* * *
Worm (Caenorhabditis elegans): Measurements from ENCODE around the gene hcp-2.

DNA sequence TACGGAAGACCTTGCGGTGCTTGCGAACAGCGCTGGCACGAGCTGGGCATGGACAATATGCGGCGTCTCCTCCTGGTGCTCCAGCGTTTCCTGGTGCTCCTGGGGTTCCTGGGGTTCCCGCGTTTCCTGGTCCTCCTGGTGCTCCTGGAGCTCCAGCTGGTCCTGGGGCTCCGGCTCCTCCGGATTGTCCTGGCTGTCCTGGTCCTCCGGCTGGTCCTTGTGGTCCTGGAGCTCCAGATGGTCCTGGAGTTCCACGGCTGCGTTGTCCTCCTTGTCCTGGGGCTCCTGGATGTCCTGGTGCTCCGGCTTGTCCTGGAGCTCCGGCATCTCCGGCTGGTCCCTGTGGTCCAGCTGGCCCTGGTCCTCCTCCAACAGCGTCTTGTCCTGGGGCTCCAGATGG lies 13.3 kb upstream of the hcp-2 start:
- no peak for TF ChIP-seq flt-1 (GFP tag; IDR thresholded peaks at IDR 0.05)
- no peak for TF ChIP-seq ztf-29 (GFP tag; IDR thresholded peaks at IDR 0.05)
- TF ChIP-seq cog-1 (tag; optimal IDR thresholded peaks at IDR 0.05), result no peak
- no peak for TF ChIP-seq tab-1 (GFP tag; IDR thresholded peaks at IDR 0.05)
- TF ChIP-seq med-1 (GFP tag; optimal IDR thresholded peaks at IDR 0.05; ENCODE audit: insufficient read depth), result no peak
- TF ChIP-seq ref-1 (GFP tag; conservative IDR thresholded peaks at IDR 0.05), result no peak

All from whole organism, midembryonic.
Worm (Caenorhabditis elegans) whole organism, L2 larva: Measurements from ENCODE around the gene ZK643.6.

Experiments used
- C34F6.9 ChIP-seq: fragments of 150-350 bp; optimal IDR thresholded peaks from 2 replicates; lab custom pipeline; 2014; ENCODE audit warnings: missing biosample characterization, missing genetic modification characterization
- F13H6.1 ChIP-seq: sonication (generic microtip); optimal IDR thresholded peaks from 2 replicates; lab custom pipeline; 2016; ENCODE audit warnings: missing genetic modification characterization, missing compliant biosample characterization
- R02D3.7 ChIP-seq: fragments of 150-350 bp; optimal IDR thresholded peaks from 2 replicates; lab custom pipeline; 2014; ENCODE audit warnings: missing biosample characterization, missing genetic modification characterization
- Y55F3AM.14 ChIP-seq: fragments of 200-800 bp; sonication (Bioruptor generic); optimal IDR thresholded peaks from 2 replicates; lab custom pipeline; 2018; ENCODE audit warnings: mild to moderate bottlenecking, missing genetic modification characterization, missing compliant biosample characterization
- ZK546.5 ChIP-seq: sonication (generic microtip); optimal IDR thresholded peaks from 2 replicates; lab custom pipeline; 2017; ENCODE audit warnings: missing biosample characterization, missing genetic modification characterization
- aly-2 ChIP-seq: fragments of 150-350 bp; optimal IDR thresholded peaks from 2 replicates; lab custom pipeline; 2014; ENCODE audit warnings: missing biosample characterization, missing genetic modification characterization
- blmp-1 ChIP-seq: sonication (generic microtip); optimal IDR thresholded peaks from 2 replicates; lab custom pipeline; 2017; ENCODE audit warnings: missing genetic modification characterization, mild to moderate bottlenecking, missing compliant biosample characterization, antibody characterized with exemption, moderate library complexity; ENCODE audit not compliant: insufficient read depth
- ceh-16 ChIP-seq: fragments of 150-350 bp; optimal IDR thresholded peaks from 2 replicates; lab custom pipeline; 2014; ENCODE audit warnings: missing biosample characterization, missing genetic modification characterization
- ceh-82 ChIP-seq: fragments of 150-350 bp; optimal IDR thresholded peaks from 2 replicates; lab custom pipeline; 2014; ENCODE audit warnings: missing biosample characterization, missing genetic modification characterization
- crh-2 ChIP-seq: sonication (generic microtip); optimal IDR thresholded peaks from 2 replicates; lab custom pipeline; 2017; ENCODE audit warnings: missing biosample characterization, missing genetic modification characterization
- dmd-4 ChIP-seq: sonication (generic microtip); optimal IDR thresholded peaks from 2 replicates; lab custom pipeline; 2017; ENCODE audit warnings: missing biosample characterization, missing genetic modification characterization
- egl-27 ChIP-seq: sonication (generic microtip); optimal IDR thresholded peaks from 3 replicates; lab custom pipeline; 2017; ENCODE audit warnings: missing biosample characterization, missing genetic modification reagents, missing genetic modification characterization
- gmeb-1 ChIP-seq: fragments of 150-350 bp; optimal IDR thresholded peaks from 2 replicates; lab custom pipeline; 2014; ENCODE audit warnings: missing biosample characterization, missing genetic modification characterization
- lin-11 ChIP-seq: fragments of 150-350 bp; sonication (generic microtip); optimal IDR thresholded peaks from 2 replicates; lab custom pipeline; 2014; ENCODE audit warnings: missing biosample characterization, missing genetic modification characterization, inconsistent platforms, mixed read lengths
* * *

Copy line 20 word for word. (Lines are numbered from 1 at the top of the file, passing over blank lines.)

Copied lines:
- ceh-82 ChIP-seq: fragments of 150-350 bp; optimal IDR thresholded peaks from 2 replicates; lab custom pipeline; 2014; ENCODE audit warnings: missing biosample characterization, missing genetic modification characterization